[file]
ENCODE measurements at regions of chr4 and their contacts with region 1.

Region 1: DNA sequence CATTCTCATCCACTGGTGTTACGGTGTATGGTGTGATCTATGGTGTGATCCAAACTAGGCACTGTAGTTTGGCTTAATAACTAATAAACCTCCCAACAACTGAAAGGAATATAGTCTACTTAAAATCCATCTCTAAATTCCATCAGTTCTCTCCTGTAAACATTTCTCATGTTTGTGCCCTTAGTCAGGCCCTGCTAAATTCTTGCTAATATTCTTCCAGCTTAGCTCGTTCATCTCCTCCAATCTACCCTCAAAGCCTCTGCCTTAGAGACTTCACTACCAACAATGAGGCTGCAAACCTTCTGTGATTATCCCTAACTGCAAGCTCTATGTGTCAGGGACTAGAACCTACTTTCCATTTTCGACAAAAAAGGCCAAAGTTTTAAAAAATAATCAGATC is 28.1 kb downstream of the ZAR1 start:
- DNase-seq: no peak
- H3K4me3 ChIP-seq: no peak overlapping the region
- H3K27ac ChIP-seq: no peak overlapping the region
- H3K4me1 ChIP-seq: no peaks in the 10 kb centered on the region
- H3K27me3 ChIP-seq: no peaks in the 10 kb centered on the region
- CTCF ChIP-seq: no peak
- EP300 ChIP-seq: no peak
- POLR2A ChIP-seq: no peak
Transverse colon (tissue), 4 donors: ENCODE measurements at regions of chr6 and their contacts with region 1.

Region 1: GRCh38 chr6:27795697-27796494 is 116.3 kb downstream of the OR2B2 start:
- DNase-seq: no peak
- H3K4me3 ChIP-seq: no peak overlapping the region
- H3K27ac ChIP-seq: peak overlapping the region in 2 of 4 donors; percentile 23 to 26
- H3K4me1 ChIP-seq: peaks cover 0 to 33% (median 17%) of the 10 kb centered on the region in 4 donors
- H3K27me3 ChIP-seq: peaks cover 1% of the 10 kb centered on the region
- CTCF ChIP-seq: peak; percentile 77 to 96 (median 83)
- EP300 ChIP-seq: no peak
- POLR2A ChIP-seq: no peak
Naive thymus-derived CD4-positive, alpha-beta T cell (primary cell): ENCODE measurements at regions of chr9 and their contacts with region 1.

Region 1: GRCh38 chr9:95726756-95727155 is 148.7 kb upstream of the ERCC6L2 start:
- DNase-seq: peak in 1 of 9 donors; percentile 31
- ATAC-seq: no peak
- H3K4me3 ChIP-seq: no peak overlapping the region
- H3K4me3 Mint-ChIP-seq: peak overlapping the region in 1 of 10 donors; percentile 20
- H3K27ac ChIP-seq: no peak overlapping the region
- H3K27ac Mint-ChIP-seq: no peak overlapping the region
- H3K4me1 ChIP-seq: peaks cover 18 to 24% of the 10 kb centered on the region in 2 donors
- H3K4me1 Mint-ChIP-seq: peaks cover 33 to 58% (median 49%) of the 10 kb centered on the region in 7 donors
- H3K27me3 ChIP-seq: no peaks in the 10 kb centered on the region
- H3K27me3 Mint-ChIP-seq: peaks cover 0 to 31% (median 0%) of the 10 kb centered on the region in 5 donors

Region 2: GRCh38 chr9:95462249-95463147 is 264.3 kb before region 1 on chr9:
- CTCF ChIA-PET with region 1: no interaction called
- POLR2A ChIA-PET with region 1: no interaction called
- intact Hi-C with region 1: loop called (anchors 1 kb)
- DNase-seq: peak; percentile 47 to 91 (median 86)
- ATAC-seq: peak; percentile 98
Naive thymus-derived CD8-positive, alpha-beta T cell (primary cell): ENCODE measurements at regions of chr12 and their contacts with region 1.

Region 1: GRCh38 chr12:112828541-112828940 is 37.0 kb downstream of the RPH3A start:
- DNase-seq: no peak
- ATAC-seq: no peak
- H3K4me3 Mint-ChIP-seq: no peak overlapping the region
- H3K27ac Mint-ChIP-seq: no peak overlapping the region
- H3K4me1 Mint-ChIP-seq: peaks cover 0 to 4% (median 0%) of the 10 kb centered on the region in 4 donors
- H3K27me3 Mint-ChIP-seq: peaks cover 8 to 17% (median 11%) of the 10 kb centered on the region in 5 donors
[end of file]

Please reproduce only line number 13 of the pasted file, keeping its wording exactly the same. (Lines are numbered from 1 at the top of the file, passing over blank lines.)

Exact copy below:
- DNase-seq: no peak